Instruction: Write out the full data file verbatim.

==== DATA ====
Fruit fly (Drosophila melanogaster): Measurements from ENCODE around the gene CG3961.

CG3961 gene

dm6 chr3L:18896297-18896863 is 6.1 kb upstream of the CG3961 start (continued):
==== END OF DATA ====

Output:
Fruit fly (Drosophila melanogaster): Measurements from ENCODE around the gene CG3961.

CG3961 gene

dm6 chr3L:18896297-18896863 is 6.1 kb upstream of the CG3961 start (continued):